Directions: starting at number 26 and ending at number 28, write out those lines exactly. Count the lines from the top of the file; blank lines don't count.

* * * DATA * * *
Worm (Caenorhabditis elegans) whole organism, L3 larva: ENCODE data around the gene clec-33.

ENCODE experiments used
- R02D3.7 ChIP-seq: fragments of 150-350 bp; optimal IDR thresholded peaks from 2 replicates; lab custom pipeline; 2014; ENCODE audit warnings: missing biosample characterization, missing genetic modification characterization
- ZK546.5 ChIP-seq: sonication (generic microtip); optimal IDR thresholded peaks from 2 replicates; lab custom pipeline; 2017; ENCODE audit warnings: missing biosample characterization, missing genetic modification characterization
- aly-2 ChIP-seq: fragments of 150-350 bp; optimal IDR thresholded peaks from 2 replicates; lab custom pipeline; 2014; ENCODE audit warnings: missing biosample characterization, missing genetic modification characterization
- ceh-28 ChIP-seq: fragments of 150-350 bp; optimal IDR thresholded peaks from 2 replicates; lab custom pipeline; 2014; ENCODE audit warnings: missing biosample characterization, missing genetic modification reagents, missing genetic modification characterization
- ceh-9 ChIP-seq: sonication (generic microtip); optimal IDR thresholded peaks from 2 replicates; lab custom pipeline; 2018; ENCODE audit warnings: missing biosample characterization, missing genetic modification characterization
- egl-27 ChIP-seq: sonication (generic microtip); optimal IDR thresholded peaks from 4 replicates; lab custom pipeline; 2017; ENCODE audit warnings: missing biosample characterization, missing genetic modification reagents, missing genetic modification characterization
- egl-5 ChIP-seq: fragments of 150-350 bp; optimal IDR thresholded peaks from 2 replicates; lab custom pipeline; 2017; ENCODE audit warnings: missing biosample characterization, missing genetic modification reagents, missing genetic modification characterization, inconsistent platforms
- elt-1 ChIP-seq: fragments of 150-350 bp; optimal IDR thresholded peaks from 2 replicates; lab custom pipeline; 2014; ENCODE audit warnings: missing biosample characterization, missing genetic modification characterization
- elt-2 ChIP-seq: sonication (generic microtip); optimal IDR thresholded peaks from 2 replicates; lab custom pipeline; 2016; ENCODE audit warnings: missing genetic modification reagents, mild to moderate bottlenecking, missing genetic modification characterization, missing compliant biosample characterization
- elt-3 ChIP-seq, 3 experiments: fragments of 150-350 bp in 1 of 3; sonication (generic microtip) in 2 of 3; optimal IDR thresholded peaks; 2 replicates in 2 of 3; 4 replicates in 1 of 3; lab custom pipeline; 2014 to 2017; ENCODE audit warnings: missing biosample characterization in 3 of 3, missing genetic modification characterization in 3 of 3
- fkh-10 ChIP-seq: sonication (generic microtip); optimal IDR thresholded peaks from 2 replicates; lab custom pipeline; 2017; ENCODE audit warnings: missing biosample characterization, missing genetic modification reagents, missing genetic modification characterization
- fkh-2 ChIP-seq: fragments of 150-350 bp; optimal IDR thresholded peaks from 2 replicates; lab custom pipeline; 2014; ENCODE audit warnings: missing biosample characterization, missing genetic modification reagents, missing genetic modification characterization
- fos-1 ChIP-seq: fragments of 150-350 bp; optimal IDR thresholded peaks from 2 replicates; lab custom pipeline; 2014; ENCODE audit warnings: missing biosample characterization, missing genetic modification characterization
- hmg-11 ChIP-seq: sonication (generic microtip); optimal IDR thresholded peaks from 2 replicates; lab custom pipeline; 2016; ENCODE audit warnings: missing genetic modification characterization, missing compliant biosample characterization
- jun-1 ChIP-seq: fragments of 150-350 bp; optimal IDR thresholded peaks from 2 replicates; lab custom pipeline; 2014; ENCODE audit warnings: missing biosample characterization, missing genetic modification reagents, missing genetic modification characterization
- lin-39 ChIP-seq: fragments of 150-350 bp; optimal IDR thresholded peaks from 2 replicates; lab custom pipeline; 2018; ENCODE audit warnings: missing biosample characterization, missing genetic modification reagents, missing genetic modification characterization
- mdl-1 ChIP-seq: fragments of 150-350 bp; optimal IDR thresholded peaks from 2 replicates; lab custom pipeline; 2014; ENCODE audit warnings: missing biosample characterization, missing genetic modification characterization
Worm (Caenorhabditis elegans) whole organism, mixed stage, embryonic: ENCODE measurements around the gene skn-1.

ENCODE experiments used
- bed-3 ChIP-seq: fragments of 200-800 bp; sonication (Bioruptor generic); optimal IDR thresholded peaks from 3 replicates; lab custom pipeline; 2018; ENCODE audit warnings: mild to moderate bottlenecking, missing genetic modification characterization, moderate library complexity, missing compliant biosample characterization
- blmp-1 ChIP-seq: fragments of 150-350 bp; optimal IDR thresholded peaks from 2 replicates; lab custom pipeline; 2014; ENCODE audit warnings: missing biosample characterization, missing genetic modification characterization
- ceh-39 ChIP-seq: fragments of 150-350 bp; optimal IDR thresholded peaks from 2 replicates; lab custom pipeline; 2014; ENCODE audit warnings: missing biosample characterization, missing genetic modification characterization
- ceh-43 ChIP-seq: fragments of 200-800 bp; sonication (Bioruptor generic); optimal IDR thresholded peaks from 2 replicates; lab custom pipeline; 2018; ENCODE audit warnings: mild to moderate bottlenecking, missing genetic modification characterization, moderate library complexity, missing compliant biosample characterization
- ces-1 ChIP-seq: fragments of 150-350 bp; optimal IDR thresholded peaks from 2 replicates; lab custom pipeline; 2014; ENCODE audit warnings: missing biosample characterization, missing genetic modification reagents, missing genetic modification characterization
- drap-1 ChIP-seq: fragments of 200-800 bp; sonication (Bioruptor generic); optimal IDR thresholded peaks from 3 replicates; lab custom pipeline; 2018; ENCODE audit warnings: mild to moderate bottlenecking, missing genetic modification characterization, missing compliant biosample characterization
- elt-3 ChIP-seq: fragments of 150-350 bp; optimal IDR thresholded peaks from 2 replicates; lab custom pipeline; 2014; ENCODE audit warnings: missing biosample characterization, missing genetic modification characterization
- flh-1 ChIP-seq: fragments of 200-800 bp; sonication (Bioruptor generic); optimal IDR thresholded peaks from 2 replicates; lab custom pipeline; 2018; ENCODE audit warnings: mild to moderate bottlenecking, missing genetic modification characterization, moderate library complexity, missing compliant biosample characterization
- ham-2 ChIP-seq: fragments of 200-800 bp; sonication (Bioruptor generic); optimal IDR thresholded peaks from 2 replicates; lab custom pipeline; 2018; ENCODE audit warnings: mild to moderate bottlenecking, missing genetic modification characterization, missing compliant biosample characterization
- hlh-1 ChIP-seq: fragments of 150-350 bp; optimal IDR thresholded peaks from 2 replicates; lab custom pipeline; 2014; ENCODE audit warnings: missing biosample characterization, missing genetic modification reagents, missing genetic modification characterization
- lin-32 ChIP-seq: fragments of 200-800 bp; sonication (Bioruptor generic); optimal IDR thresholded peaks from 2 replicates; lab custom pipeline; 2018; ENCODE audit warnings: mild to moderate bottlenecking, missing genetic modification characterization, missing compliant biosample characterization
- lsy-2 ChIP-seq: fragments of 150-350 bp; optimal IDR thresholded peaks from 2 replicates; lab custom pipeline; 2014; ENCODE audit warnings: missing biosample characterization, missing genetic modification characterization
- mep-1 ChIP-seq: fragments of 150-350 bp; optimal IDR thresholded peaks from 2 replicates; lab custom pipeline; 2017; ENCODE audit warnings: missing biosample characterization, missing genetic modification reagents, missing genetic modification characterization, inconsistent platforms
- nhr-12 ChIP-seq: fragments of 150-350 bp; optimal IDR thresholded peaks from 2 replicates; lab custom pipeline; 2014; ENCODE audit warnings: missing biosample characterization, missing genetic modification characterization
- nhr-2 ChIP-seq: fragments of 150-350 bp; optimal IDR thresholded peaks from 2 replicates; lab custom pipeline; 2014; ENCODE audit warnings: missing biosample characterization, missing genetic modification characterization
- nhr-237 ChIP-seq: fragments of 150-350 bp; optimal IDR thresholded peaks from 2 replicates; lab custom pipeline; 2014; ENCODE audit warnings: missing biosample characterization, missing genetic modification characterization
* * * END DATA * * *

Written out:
- ces-1 ChIP-seq: fragments of 150-350 bp; optimal IDR thresholded peaks from 2 replicates; lab custom pipeline; 2014; ENCODE audit warnings: missing biosample characterization, missing genetic modification reagents, missing genetic modification characterization
- drap-1 ChIP-seq: fragments of 200-800 bp; sonication (Bioruptor generic); optimal IDR thresholded peaks from 3 replicates; lab custom pipeline; 2018; ENCODE audit warnings: mild to moderate bottlenecking, missing genetic modification characterization, missing compliant biosample characterization
- elt-3 ChIP-seq: fragments of 150-350 bp; optimal IDR thresholded peaks from 2 replicates; lab custom pipeline; 2014; ENCODE audit warnings: missing biosample characterization, missing genetic modification characterization